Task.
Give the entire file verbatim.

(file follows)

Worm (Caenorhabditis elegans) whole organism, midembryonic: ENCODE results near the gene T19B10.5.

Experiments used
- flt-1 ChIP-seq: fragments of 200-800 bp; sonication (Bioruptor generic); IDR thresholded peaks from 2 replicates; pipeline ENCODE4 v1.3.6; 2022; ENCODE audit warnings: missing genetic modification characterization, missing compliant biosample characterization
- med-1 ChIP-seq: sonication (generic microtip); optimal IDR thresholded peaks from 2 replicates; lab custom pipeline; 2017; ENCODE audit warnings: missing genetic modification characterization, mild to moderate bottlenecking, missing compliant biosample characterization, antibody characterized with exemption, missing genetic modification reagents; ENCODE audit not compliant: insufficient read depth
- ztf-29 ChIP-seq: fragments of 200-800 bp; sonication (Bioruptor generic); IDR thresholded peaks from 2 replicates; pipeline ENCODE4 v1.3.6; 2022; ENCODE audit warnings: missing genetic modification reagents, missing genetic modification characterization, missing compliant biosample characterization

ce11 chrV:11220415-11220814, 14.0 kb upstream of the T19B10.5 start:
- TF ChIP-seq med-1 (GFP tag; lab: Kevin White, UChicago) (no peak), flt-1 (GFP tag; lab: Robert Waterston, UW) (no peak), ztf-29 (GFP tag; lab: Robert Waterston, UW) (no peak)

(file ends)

Worm (Caenorhabditis elegans) whole organism, midembryonic: ENCODE results near the gene T19B10.5.

Experiments used
- flt-1 ChIP-seq: fragments of 200-800 bp; sonication (Bioruptor generic); IDR thresholded peaks from 2 replicates; pipeline ENCODE4 v1.3.6; 2022; ENCODE audit warnings: missing genetic modification characterization, missing compliant biosample characterization
- med-1 ChIP-seq: sonication (generic microtip); optimal IDR thresholded peaks from 2 replicates; lab custom pipeline; 2017; ENCODE audit warnings: missing genetic modification characterization, mild to moderate bottlenecking, missing compliant biosample characterization, antibody characterized with exemption, missing genetic modification reagents; ENCODE audit not compliant: insufficient read depth
- ztf-29 ChIP-seq: fragments of 200-800 bp; sonication (Bioruptor generic); IDR thresholded peaks from 2 replicates; pipeline ENCODE4 v1.3.6; 2022; ENCODE audit warnings: missing genetic modification reagents, missing genetic modification characterization, missing compliant biosample characterization

ce11 chrV:11220415-11220814, 14.0 kb upstream of the T19B10.5 start:
- TF ChIP-seq med-1 (GFP tag; lab: Kevin White, UChicago) (no peak), flt-1 (GFP tag; lab: Robert Waterston, UW) (no peak), ztf-29 (GFP tag; lab: Robert Waterston, UW) (no peak)